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Common Wine Myths Debunked

The world of wine is vast, there is wine in every corner of the planet and there are millions of people drinking it every year. This provides a lot of opportunity for misinformation to start and spread through the existing networks. Here are some key examples of popular wine tropes that aren’t quite the full story.

Cork Break Means the Wine is Bad

Corks can crumble for a variety of reasons, as wine gets older the corks tend to soften. If a more aggressive tool (waiters corkscrew or a rabbit) is used for opening the inside of the cork can often be torn out, leaving behind the rest of it. Even in young wines, cork breaks happen and more often than not the wine is just fine, it just needs a little straining or cork fishing.

A common misattribution of a broken cork is that the wine is “corked”. This term instead is specific to when a cork has been infected with a Trichloroanisole (TCA). TCA is caused by an infection of microbes in the cork reacting with Chlorine. TCA seeps into the wine and causes muted flavors, and off notes like damp cardboard or wet dog.

Red Wine Must be Served at Room Temperature

This is an adage that is often seen in popular media and has found its way into the general discussion around the beverage as a whole. More often than not red wine is best presented between 60-70F. The lighter the body, the lower the temperature should be, and full-bodied reds at a slightly higher temperature. 

Ways for you to achieve the ideal serving temperature is to throw a room temperature bottle into the refrigerator for about half an hour or allow a cellar temperature bottle to sit on the counter for about half an hour prior to serving.

White Wine Must be Ice Cold

White wine is certainly best with a chill on it, but putting the bottle into a bucket of ice can bring the temperature down to the point where the aromatics are muted. There are plenty of factors that affect the way a white wine should be served, lighter-bodied whites should be colder than heavier wines. Another factor of the wine is how aromatic the grape is. For example, Viognier and Chardonnay are roughly the same weight generally speaking, but Viognier is significantly more aromatic and can thus take a bit more chill. 

If the wine is being served in a colder room you may not need any ice whatsoever to keep the wine in the ideal temperature range. But if you are drinking wine outside in the middle of summer you will probably want it ice cold when it is poured so that it warms into the right range while in the glass.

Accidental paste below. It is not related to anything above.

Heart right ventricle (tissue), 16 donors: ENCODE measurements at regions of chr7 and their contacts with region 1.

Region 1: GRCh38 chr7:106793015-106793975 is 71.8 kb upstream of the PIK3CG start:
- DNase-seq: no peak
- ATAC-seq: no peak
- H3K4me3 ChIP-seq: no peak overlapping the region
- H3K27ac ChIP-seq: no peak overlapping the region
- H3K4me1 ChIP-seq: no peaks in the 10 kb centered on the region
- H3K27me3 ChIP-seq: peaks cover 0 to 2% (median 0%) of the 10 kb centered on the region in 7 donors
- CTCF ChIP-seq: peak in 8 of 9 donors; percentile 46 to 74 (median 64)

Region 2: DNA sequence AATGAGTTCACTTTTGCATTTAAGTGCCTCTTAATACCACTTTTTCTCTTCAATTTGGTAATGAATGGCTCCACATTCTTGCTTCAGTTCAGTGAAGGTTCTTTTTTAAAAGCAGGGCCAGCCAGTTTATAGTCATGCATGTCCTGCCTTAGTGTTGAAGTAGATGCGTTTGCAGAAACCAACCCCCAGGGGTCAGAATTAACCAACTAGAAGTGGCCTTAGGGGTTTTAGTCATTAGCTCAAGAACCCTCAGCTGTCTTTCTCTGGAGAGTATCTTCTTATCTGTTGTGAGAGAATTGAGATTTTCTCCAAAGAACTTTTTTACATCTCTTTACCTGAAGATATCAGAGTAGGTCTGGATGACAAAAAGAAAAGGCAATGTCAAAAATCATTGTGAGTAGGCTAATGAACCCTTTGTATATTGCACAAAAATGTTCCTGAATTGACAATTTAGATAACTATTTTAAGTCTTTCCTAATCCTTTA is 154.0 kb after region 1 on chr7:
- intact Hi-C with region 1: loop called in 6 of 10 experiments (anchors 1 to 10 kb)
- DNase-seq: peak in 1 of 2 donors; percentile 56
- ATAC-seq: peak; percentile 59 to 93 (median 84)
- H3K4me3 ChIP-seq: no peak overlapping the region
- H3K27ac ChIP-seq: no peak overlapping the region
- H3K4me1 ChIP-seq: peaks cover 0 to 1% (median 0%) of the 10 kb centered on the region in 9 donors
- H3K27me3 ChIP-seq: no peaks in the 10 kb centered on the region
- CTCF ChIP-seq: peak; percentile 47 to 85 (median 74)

Sediment in Wine Means it has Spoiled

More often than not, when someone sees sediment in a wine they consider this a fatal flaw. There are in fact a variety of reasons as to why there could be sediment in a bottle of wine, none of which indicate anything foul. If the bottle is a young wine, the sediment is most likely tartrate crystals. Tartrate crystals are formed from excess tartaric acid, which is naturally occurring in grapes. The presence of these crystals implies that the wine was not cold conditioned prior to bottling and they precipitated out afterward. If the bottle is old, it is most likely a combination of tannins and color pigments binding together and precipitating out of the wine. This is a natural occurrence for older wines and is expected in red wines older than five or so years. Nothing to worry about, just decant the liquid off of the sediment or pass it through a cheesecloth. Finally, if the bottle is Sparkling, the sediment is probably yeast cells. This implies that the bottle was either made in Methode Ancestral, like a petillant naturel, or it wasn’t disgorged. Either way, the wine is safe to consume, just try not to pour out the sediment with the wine.

Screwcaps Mean the Wine is Low Quality

This becomes more false every year. More and more high-quality producers are moving to screw caps as their enclosure of choice as quality cork becomes harder to come by and prices continue to go up. In addition to supply, screw caps are also more consistent than natural cork and aren’t at risk of cork taint. 

All Wine Gets Better with Age

This is another trope that gets blown out of proportion in the media and causes a general belief that the older the wine the better it is. In fact, most wine is intended and is best when served within a couple of months of it hitting shelves. For a wine to age well it needs to be balanced, and it needs to have a decent structure. Without either of those things, the wine will only become more imbalanced and flabby as it ages.

Single Variety Wines are Better Than Blends

This has actually started to go both ways lately, with people on both sides believing that one is better than the other. There are merits to both sides, but the answer really comes down to the fact that it is all personal preference. Some of the best wines in the world are single varieties like Burgundy and others are blended like Bordeaux. Many of the wines that are sold as single varieties are actually blended in small quantities.

Legs On a Wine Indicate High Quality

A lot can be inferred from the legs or tears of a wine in glass, but the quality isn’t one of them. You can get a hint at how much body there will be by how long it takes for the tears to fall. Both sugar content and alcohol affect the viscosity of the wine. You can also get a hint about what kind of grape was used in blind tasting based on the color, as thin-skinned red grapes like pinot noir don’t stain, whereas thicker-skinned grapes like Petite Sirah and Cabernet do.

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